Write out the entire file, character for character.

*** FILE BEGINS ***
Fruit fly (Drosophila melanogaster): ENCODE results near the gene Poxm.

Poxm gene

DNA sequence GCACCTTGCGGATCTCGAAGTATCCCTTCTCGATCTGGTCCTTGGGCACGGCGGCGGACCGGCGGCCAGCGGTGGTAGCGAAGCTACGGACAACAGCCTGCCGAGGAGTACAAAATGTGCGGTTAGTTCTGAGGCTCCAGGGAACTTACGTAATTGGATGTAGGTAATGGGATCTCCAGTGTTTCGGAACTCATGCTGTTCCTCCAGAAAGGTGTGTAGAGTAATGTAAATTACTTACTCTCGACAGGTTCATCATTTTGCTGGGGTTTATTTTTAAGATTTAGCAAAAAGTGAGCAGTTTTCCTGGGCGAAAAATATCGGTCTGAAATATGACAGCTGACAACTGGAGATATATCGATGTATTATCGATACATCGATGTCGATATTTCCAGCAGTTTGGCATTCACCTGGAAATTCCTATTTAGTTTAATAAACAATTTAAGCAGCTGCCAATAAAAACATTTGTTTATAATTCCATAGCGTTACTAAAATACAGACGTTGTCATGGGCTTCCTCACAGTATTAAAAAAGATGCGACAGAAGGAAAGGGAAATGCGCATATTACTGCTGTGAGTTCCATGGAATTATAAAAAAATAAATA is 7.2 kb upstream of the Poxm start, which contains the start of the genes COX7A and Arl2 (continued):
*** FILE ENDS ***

Fruit fly (Drosophila melanogaster): ENCODE results near the gene Poxm.

Poxm gene

DNA sequence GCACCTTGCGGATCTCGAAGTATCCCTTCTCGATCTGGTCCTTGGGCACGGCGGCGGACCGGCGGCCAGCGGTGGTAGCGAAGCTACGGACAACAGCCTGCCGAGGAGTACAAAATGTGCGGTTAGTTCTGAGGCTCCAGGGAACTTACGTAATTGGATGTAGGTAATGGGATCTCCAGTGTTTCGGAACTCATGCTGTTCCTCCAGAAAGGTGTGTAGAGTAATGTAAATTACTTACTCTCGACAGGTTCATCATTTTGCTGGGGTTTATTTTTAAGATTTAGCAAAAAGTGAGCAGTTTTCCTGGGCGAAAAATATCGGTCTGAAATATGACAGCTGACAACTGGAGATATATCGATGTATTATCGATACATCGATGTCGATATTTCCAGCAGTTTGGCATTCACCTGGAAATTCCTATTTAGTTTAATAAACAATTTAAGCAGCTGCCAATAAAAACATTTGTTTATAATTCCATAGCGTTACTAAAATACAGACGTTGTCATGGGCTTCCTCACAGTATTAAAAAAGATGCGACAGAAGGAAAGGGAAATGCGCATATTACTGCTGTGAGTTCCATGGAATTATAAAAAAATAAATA is 7.2 kb upstream of the Poxm start, which contains the start of the genes COX7A and Arl2 (continued):